This article will touch upon some of the most common breeding methods and practices involved in breeding pigeons, namely line-breeding, cross-breeding and inbreeding, and how each of these relates and may be used in conjunction with one another.
The aim is to give you an idea of what is involved without a heavy science lesson. That said, if you want to really delve into your own research there will be some links and references for further reading.
If you haven’t already done so, take a look at this article on choosing breeders and pairing suggestions before continuing here.
Line-breeding in pigeon racing as it’s talked about and practised today is actually a form of inbreeding (to a certain degree) and as such is often mistaken as being one in the same thing, this is understandable.
Otherwise known as the cornerstone of selective breeding, line-breeding in racing pigeons essentially involves breeding around usually a single pigeon, but sometimes an original pair, in an effort to cultivate and increase the potential of reproducing the favourable traits associated with the original genetics you are line-breeding around.
Additionally, by line-breeding as opposed to cross-breeding (more on that later) we are seeking to maintain the qualities of the original bird rather than diluting it down, or (crucially) adding to it.
Len Vanderline mentions the following in an article,
“In its true form a breeding line can be traced back to a single champion bird, whereas most so called line-bred pigeons are bred around a number of related birds and by the very definition these are in-bred birds”.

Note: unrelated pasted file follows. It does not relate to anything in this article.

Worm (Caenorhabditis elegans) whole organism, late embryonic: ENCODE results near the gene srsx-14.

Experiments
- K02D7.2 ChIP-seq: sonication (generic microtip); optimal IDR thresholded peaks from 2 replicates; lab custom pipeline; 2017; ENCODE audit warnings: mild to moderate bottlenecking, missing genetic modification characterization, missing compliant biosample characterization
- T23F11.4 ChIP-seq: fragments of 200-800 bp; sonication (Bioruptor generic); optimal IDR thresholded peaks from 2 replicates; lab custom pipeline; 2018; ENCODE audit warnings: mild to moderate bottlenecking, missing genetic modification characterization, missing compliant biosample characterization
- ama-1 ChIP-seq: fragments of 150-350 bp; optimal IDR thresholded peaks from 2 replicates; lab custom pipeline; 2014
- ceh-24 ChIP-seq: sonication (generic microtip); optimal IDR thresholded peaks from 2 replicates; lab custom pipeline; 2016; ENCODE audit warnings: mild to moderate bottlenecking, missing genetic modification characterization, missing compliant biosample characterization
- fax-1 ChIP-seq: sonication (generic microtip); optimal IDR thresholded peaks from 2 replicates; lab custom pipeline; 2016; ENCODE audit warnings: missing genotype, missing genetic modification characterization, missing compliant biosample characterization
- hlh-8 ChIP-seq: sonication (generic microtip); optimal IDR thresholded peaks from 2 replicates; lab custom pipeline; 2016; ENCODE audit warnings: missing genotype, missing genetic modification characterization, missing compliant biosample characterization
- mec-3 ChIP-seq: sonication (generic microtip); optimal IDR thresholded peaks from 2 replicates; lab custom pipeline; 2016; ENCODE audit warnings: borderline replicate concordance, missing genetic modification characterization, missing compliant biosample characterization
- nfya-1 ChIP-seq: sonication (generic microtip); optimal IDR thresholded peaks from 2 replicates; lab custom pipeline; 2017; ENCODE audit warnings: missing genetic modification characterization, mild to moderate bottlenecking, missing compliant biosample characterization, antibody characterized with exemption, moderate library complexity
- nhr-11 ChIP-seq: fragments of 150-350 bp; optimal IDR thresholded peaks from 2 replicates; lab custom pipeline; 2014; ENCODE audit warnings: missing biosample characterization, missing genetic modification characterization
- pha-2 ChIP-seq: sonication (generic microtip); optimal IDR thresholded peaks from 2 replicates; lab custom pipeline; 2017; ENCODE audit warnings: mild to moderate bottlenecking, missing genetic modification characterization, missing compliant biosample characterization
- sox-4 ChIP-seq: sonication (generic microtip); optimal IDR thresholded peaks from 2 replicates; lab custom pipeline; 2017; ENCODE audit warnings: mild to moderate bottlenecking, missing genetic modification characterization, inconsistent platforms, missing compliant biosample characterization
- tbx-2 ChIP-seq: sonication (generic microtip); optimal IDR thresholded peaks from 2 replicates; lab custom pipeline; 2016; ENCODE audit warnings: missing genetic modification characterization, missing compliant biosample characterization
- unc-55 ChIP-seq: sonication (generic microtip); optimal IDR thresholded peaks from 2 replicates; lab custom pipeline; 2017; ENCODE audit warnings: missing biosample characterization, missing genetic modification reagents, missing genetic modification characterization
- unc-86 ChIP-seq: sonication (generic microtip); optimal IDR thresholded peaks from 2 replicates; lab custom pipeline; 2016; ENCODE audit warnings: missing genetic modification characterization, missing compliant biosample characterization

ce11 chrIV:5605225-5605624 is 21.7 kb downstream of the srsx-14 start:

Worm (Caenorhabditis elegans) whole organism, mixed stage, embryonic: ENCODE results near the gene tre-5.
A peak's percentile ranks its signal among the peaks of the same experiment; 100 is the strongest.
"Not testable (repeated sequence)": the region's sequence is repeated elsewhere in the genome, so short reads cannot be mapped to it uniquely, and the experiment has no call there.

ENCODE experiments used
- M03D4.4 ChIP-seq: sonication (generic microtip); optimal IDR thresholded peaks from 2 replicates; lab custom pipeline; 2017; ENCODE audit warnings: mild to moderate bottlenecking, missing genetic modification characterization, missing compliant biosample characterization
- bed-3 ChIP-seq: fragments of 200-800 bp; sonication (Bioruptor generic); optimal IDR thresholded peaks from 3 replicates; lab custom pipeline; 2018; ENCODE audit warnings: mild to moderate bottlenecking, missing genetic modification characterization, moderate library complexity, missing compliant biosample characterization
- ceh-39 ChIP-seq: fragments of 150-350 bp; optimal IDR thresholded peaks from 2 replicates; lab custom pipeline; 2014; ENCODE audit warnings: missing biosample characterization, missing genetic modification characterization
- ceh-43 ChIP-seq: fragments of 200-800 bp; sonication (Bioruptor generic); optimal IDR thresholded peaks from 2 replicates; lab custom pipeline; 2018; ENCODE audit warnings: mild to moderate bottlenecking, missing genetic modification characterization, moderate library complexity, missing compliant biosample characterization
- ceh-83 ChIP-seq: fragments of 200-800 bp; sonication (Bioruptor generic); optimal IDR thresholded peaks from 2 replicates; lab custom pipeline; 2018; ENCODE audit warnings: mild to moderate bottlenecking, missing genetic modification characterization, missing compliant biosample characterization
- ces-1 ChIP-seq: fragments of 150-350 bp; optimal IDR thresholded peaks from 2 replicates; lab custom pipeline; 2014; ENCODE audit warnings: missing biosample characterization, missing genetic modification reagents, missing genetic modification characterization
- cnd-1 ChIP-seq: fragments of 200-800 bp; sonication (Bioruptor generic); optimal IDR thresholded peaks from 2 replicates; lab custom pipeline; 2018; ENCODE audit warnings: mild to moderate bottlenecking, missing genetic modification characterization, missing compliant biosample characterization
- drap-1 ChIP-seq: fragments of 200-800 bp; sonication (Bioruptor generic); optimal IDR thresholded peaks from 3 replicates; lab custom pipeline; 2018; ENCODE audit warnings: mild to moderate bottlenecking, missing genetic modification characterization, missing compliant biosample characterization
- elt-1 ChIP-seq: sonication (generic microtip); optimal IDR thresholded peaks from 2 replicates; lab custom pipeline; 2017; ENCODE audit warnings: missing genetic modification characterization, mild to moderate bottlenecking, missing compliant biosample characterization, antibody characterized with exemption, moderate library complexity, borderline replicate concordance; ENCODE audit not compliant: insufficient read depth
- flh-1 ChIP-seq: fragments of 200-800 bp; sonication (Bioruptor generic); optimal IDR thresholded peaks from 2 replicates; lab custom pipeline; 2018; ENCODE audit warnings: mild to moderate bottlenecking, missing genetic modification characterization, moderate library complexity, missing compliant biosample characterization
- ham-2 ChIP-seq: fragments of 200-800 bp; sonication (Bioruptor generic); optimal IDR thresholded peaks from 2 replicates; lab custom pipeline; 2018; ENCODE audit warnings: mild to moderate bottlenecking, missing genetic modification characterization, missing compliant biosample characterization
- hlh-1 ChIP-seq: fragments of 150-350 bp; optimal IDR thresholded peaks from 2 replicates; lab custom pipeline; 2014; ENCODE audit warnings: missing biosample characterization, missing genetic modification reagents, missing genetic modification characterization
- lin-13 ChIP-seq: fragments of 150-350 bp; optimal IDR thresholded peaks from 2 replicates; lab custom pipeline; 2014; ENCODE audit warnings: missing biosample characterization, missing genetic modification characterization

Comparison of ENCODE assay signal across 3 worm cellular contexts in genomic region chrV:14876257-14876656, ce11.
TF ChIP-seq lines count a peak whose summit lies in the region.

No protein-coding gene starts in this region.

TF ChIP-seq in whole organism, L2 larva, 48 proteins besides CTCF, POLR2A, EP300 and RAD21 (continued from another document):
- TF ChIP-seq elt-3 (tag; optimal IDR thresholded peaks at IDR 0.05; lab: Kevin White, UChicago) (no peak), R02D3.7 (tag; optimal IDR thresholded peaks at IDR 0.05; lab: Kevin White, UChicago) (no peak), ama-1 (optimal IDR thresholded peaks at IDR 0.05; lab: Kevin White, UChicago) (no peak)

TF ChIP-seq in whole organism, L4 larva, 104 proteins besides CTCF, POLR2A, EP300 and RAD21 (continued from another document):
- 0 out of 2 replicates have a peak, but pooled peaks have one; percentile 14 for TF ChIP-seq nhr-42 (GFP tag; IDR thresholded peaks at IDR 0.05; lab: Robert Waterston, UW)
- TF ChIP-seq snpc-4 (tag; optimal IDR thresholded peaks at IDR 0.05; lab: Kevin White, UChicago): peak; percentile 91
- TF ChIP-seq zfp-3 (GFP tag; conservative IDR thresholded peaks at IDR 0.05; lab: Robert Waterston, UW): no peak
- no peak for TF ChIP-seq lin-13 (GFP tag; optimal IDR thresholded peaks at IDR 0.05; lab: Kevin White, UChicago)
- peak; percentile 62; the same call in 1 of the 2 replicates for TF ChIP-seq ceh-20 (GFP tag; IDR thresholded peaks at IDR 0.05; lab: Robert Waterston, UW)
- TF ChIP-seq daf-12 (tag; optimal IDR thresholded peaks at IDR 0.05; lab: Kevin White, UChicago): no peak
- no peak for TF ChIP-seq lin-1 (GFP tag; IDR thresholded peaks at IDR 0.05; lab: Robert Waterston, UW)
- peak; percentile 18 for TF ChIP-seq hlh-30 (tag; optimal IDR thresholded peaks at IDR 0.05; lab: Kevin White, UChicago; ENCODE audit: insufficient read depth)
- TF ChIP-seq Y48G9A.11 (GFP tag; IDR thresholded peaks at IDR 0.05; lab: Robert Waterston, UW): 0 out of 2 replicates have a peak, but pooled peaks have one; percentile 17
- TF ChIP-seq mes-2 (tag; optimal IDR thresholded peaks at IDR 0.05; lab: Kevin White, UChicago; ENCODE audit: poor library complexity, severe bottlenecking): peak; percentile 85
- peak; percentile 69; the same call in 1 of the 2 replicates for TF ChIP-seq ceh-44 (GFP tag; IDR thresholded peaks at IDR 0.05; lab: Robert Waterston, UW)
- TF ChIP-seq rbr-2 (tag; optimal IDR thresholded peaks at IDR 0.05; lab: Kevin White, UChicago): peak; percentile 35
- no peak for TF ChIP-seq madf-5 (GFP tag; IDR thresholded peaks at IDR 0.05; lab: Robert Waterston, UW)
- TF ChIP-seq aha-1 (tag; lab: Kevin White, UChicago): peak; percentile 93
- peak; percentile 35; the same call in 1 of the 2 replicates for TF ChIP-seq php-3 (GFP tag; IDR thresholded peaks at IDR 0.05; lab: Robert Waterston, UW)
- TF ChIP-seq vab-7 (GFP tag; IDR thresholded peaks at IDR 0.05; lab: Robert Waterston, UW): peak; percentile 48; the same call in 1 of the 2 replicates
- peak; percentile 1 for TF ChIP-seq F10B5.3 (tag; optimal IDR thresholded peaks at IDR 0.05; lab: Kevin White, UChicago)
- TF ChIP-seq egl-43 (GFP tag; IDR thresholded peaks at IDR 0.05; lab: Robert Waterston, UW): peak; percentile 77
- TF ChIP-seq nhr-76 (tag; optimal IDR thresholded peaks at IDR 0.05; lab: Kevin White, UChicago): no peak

Line-breeding Vs Inbreeding
We can not refute the above statement so in order to alleviate any confusion met when defining what line-breeding of pigeons really entails and how it relates to inbreeding.
Instead of trying to point out what makes inbreeding different from line-breeding, it is much simpler to accept line-breeding as a form of inbreeding, with the difference being to what extent or degree a bird is inbred.
For example, father to daughter or mother to son, we may consider being ‘extreme inbreeding’ while pairing half brother to half sister, on the other hand, is a lesser form of inbreeding and will most likely take place as we seek to maintain our chosen bloodline through our line-breeding process.
Example of Line-breeding
Below is an example of line-breeding through 3 generations of pairing an original Male to his best daughter (extremely inbred).
Cross-breeding or out-crossing, as it’s sometimes known, is basically when we mate pigeons of a different strain, usually with no common ancestors in the previous 5 generations.
We may be looking to introduce new genes into the pool or simply want to breed more dynamic birds with increased vitality.
“A crossing of two different bloodlines tends to result in more dynamic youngsters with increased vitality.” – Gallez Jules
That said, at the same time we must be sure that the genes we introduce have the best chance possible of improving the existing gene pool rather than hindering or diluting it. For this reason, again, proper loft management and recording keeping must be emphasized.
When introducing new blood you might think of the initial round of youngsters as prototypes that need to be “stress” tested before you really accept the new pair of breeders into your stock loft or long-term strategy.
Let’s say you breed 3 or 4 youngsters from the same crossed pair, now look at them as a collective unit, how these birds do as a whole will tell you a lot about the ‘overall’ effectiveness of a breeding pair. The testing might take place during training or young bird racing.
You have to ask yourself if getting 1 decent pigeon out of 4 is really that positive an outcome for the ‘test pair’, especially if the cock bird you’re breeding from has great breeding himself with results in his own right and a clear family history of successful ancestors.